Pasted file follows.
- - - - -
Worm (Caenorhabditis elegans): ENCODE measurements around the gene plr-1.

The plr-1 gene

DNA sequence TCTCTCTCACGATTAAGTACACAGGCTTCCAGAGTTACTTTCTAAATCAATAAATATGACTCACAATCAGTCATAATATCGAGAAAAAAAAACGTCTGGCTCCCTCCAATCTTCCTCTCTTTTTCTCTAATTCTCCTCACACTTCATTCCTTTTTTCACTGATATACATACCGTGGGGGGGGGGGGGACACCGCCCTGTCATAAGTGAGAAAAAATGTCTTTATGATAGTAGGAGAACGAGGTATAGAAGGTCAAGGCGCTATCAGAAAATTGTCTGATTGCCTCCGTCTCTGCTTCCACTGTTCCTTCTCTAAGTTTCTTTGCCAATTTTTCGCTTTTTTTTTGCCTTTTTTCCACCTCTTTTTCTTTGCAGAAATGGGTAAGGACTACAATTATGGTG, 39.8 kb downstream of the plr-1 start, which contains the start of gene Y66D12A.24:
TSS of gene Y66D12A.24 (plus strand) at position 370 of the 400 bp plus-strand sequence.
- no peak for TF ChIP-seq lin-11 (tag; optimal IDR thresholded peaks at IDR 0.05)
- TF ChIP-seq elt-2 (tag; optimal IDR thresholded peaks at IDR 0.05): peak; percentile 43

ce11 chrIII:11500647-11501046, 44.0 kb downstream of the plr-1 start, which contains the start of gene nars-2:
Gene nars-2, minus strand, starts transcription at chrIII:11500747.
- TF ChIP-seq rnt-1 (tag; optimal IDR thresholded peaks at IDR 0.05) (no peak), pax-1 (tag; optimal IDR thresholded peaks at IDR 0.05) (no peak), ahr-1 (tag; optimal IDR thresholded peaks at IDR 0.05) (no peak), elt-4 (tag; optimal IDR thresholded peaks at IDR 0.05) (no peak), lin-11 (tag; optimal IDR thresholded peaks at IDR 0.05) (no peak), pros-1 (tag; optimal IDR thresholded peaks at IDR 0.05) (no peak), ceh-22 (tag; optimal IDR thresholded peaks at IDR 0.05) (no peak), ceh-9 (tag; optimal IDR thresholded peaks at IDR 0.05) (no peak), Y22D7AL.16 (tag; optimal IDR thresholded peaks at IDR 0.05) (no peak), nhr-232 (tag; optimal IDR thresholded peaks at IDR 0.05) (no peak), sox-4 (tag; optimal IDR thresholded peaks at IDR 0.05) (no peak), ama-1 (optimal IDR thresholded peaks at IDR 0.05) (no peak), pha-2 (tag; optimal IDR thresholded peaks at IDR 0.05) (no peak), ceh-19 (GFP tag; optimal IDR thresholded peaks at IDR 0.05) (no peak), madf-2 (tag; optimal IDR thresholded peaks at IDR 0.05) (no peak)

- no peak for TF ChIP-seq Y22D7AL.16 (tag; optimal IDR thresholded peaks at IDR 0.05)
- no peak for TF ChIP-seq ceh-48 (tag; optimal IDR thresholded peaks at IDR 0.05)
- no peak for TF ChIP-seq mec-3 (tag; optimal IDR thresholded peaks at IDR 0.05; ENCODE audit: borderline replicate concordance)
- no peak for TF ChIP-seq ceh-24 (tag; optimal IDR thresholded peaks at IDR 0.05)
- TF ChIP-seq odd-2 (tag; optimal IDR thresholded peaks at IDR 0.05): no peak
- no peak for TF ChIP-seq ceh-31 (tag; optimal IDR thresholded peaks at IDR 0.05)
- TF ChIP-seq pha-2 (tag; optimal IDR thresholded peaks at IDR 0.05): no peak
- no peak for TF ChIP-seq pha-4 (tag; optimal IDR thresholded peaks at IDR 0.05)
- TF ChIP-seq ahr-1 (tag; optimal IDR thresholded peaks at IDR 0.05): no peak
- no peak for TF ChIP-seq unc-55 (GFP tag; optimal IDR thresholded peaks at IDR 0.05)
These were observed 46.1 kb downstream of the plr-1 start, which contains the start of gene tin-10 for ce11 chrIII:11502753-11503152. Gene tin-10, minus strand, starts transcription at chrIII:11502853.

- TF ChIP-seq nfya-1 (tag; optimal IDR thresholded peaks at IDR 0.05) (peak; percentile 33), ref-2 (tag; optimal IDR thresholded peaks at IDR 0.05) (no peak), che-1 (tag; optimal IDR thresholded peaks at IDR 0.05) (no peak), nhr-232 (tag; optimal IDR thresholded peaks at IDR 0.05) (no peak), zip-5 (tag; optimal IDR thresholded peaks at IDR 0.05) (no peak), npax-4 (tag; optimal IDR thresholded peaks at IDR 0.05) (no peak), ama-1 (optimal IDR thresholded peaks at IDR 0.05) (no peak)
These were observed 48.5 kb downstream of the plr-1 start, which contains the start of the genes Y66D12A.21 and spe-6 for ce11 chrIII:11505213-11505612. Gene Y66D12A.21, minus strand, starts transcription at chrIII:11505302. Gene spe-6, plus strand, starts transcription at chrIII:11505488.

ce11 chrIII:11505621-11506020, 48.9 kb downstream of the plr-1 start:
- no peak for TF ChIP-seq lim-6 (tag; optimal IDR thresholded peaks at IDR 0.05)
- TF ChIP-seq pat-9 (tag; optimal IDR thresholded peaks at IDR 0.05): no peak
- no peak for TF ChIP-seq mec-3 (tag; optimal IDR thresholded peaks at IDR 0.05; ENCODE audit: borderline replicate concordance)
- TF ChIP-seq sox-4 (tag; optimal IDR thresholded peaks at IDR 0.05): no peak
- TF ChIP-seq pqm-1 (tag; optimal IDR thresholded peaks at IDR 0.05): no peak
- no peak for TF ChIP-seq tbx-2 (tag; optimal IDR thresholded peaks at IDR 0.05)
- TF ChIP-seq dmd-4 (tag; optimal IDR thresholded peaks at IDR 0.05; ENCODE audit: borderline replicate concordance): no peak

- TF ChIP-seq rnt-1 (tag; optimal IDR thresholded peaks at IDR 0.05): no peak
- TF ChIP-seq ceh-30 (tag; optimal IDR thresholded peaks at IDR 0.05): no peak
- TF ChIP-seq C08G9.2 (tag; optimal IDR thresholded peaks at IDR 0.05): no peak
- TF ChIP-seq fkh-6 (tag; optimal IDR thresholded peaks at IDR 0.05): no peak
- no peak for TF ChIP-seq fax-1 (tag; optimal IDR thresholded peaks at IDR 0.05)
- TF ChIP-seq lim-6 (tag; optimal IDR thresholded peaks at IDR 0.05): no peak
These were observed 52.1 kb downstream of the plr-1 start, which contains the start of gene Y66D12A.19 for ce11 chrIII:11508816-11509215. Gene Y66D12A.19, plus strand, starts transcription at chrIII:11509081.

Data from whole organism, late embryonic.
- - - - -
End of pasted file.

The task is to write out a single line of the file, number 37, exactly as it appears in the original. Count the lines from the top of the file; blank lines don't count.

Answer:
These were observed 52.1 kb downstream of the plr-1 start, which contains the start of gene Y66D12A.19 for ce11 chrIII:11508816-11509215. Gene Y66D12A.19, plus strand, starts transcription at chrIII:11509081.